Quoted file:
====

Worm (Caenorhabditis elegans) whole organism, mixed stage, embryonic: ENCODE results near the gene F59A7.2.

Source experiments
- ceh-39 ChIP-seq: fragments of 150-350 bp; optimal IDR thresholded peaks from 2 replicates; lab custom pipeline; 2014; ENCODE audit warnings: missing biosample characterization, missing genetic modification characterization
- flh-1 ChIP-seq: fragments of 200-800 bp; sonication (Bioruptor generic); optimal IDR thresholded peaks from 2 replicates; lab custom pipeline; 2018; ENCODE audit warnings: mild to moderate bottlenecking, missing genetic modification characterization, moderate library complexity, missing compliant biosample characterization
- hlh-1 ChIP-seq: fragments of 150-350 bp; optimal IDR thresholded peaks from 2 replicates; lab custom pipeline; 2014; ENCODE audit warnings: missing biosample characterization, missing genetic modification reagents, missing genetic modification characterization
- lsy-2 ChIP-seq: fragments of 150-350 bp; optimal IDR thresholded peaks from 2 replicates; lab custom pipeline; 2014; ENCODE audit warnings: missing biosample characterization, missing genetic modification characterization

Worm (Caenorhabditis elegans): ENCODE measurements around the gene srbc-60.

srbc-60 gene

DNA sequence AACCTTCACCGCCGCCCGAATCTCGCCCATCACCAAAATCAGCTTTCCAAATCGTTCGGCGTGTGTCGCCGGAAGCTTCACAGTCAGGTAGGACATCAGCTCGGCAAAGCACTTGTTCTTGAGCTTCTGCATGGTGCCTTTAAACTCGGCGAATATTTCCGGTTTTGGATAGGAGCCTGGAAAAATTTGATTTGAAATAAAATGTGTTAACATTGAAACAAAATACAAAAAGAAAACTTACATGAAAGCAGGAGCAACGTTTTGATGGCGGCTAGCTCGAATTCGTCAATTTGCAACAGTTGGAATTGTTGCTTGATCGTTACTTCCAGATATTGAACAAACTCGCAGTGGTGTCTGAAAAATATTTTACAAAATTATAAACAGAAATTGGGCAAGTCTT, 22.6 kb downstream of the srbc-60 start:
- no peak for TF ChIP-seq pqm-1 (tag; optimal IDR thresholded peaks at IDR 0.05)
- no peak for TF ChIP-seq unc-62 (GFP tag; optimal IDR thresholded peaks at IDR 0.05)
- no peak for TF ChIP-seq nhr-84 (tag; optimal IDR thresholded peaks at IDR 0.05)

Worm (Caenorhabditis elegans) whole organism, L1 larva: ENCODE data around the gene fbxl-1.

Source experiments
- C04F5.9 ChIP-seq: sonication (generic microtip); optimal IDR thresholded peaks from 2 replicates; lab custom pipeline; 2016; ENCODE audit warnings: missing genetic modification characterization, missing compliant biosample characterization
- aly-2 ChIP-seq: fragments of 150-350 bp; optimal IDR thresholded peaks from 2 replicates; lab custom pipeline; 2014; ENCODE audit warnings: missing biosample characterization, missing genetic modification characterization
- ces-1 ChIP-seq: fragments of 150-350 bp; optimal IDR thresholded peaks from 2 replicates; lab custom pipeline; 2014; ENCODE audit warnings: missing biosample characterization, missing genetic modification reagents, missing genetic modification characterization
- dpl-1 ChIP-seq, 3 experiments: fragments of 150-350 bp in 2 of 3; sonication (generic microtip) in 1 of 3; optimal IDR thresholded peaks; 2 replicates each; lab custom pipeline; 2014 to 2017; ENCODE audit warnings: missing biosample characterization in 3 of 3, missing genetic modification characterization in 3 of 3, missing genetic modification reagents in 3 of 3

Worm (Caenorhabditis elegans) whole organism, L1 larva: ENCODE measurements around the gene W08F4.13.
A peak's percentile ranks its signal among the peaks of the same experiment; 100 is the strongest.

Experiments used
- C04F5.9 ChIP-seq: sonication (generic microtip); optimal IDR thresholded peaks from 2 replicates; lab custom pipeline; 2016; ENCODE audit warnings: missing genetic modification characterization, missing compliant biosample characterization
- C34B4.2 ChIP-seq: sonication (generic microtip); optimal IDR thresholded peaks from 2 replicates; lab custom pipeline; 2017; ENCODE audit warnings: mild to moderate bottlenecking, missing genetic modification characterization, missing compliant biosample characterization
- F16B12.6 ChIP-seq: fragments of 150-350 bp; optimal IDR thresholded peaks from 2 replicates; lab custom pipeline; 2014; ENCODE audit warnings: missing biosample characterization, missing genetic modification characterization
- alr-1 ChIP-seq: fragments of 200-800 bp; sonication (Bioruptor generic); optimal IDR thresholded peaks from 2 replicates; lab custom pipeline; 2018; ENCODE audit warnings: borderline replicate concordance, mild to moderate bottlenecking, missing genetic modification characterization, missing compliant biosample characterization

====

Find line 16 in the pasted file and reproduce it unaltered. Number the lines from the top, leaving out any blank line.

- aly-2 ChIP-seq: fragments of 150-350 bp; optimal IDR thresholded peaks from 2 replicates; lab custom pipeline; 2014; ENCODE audit warnings: missing biosample characterization, missing genetic modification characterization